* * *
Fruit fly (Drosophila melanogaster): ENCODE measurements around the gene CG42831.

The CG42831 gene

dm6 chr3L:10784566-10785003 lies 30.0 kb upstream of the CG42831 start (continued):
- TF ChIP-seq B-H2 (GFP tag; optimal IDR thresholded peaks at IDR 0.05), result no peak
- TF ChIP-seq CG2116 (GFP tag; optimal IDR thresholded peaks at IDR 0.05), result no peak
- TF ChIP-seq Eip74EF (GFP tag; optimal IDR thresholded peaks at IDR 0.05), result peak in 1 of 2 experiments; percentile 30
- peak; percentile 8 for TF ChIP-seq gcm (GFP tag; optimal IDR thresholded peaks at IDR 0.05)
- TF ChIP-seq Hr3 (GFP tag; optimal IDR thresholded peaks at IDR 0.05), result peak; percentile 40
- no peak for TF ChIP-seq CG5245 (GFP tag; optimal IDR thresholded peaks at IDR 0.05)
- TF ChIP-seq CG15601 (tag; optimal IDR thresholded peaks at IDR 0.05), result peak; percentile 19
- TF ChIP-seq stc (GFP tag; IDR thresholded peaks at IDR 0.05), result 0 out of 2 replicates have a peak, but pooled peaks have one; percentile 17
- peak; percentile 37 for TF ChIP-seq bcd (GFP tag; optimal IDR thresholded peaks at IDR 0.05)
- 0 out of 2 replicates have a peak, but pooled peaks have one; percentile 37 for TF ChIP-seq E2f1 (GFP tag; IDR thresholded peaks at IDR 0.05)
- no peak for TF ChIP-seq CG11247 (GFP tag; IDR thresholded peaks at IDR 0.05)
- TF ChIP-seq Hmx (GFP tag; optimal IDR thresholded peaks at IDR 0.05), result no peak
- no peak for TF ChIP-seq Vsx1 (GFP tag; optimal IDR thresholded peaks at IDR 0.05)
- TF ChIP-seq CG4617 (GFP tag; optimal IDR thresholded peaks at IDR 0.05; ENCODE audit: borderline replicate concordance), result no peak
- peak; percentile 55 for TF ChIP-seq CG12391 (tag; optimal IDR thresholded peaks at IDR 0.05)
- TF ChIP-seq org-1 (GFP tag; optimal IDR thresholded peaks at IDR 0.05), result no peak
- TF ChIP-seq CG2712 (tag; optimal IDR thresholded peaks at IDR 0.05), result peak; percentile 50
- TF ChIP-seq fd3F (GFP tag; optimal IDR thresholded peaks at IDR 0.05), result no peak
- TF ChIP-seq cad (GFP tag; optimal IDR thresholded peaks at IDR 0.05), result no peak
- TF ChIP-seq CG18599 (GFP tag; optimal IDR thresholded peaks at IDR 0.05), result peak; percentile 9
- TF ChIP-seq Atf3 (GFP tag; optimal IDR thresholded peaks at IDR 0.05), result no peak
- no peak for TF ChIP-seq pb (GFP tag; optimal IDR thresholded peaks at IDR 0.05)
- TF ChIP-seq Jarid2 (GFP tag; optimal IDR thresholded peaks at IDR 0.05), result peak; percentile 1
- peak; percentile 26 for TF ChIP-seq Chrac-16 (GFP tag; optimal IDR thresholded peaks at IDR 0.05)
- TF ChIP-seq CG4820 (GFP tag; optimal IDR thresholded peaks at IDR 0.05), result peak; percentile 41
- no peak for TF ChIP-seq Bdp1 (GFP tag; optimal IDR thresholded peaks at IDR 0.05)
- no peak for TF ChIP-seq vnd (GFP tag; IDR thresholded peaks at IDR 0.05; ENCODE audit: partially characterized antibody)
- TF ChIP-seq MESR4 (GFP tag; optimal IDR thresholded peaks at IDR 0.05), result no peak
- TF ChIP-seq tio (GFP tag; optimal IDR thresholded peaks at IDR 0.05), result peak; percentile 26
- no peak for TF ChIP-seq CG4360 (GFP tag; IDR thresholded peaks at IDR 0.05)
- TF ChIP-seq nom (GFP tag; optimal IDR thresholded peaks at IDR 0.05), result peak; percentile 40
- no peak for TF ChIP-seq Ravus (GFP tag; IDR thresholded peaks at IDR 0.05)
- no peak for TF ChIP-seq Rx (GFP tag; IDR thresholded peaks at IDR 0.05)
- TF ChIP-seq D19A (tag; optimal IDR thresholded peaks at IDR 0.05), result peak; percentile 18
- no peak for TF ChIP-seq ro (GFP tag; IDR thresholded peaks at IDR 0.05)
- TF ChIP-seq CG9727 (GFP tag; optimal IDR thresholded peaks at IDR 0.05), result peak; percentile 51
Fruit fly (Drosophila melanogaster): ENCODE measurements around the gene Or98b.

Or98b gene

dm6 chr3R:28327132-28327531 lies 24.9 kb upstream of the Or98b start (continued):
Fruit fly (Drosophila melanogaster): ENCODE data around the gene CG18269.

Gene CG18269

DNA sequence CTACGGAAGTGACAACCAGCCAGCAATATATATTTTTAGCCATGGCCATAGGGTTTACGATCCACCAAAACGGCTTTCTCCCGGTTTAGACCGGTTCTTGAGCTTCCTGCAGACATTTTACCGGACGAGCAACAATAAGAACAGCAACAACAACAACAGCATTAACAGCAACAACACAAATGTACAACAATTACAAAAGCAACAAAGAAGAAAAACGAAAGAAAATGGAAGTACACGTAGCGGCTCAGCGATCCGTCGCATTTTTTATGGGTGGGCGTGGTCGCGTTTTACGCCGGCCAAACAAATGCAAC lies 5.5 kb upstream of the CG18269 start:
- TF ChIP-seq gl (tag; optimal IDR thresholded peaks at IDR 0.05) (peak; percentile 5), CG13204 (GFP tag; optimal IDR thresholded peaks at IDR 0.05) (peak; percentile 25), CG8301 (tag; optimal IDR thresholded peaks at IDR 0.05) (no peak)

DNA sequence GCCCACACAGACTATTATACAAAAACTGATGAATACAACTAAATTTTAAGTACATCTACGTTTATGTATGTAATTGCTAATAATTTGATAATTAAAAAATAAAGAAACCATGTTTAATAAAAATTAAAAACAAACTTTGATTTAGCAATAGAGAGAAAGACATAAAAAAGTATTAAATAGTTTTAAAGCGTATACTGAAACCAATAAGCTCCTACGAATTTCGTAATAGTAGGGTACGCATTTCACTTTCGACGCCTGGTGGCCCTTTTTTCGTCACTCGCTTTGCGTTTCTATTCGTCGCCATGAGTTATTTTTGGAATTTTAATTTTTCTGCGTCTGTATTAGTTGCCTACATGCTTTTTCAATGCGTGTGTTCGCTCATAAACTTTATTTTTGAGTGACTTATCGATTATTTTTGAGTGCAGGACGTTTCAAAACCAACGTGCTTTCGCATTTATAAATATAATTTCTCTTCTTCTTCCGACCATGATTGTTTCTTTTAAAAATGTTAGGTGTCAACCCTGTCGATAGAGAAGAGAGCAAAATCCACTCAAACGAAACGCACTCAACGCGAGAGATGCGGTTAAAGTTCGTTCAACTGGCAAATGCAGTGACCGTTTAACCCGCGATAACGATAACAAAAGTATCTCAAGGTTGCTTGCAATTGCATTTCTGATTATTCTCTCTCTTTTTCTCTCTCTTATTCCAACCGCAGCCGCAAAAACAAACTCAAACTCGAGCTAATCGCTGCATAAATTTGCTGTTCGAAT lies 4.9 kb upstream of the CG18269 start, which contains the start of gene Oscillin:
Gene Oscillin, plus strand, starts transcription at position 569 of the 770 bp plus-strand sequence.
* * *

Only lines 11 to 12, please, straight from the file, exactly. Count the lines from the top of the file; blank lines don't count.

- TF ChIP-seq stc (GFP tag; IDR thresholded peaks at IDR 0.05), result 0 out of 2 replicates have a peak, but pooled peaks have one; percentile 17
- peak; percentile 37 for TF ChIP-seq bcd (GFP tag; optimal IDR thresholded peaks at IDR 0.05)